Hay is grass cut and dried for use as animal food. The proverb exhorts us to make hay while there is sunshine, that is, to dry the grass by exposing it to the sun, for in Western countries sunshine is scarce. The figurative meaning of the proverb is that we should make the earliest use of our opportunities.
In order to attain success in any undertaking, individuals and nations must have adequate resources and certain qualities like courage, heroism, and skill. Another important, though uncertain, factor which contributes to success is friendliness of circumstance, availability of suitable opportunities. We often observe that admirable qualities and heroic endeavour come to grief when circumstances are hostile. It is of the utmost importance that ambitious individuals and nations should have an eye for suitable opportunities and seize them when they occur. As Cassius puts it in Julius Caesar,
There is a tide in the affairs of men, which taken at the flood, leads on to fortune: But once omitted, all the rest of life is bound in shallows and in misery.
Favourable opportunities do not often come, and it would be an irretrievable blunder to let them slip by either by not perceiving them or failing to make use of them through cowardice and hesitation.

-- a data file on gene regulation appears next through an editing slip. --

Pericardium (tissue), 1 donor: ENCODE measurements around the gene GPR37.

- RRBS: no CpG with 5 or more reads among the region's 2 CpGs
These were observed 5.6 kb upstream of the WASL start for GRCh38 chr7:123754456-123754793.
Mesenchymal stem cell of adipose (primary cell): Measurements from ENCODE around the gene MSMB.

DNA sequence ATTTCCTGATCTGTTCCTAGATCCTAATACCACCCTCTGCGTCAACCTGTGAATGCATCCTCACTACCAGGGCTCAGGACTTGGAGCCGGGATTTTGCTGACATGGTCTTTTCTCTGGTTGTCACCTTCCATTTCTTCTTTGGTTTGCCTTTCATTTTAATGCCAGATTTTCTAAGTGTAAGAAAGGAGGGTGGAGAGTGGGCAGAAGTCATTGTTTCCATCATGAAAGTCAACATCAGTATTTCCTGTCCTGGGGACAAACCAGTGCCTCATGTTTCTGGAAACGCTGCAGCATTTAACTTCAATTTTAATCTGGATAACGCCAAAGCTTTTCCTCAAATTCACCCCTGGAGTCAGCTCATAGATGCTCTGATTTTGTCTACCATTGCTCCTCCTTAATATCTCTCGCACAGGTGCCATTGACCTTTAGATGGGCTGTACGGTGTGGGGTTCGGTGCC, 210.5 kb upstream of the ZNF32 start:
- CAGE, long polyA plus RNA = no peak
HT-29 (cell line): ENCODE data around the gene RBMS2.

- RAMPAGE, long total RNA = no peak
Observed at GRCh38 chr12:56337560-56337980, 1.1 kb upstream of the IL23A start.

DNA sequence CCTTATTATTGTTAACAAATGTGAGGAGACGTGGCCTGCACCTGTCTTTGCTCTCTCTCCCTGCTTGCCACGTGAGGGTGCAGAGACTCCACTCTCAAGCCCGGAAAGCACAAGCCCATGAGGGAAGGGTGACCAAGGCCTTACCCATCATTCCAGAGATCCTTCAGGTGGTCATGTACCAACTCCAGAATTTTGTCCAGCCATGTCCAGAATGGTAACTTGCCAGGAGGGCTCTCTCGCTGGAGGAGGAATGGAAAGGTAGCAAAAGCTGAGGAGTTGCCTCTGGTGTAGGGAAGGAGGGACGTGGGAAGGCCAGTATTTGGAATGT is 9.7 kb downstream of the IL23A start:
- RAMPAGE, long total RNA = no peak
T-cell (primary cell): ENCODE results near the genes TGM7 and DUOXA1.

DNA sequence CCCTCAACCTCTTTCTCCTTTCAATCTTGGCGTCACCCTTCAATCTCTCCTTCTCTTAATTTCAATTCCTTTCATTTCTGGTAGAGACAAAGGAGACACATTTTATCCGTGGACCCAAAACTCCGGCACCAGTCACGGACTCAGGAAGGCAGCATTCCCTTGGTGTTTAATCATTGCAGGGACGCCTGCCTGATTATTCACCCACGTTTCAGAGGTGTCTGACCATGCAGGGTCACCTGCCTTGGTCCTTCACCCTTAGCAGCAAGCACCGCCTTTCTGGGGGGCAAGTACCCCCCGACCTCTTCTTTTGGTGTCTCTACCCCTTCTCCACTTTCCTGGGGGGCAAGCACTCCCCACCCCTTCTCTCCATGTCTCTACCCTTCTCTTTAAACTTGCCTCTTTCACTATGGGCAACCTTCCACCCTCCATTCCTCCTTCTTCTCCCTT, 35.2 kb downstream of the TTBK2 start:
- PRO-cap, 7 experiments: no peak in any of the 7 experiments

Mahatma Gandhi had an uncanny sense of the right moments for launching his Civil Disobedience Movements. The Quit India’ movement, for example, was timed admirably. The people were more politically conscious than at any other time and were ready for action, while the British were engaged in the war against Germany. Though Gandhi supported the British war aims, he felt that the psychological moment for dealing a final blow to British rule had come.
He was justified in the sequel. The ‘Quit India’ agitation played a decisive part in hastening Indian independence. If we read the biographies of successful men, we will find that the secret of their success lay in sense ‘a tide in the affairs of men’ and their prompt and bold use of it. Conversely, the story of ambitious men who have failed is largely the story of lost opportunities and futile regret.
The advice contained in the adage can be interpreted less seriously. Herrick counsels girls to marry when they are young:
Gather ye rose-buds while ye may, Old time is still a-flying; And this same flower that smiles today, Tomorrow will be dying.